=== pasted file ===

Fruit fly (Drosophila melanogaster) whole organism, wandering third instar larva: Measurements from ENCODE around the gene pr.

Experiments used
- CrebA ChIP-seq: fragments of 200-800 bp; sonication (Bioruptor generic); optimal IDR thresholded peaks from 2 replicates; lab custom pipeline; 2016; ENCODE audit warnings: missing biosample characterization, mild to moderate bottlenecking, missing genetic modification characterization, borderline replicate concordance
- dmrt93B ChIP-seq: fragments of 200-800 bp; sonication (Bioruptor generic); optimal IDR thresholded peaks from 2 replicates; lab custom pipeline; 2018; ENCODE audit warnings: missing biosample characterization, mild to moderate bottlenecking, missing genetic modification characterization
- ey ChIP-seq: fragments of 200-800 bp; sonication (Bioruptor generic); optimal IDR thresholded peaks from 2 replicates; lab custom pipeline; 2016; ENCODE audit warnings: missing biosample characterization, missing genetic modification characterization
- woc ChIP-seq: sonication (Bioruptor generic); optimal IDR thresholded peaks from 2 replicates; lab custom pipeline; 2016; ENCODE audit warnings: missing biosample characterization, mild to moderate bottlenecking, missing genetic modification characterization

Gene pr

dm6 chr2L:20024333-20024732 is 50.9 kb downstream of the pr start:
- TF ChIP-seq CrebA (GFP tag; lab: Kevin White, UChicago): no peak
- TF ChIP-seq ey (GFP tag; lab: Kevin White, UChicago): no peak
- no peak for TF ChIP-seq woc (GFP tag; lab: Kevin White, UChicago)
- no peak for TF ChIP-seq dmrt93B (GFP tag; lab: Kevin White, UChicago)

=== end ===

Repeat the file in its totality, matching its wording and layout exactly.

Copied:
Fruit fly (Drosophila melanogaster) whole organism, wandering third instar larva: Measurements from ENCODE around the gene pr.

Experiments used
- CrebA ChIP-seq: fragments of 200-800 bp; sonication (Bioruptor generic); optimal IDR thresholded peaks from 2 replicates; lab custom pipeline; 2016; ENCODE audit warnings: missing biosample characterization, mild to moderate bottlenecking, missing genetic modification characterization, borderline replicate concordance
- dmrt93B ChIP-seq: fragments of 200-800 bp; sonication (Bioruptor generic); optimal IDR thresholded peaks from 2 replicates; lab custom pipeline; 2018; ENCODE audit warnings: missing biosample characterization, mild to moderate bottlenecking, missing genetic modification characterization
- ey ChIP-seq: fragments of 200-800 bp; sonication (Bioruptor generic); optimal IDR thresholded peaks from 2 replicates; lab custom pipeline; 2016; ENCODE audit warnings: missing biosample characterization, missing genetic modification characterization
- woc ChIP-seq: sonication (Bioruptor generic); optimal IDR thresholded peaks from 2 replicates; lab custom pipeline; 2016; ENCODE audit warnings: missing biosample characterization, mild to moderate bottlenecking, missing genetic modification characterization

Gene pr

dm6 chr2L:20024333-20024732 is 50.9 kb downstream of the pr start:
- TF ChIP-seq CrebA (GFP tag; lab: Kevin White, UChicago): no peak
- TF ChIP-seq ey (GFP tag; lab: Kevin White, UChicago): no peak
- no peak for TF ChIP-seq woc (GFP tag; lab: Kevin White, UChicago)
- no peak for TF ChIP-seq dmrt93B (GFP tag; lab: Kevin White, UChicago)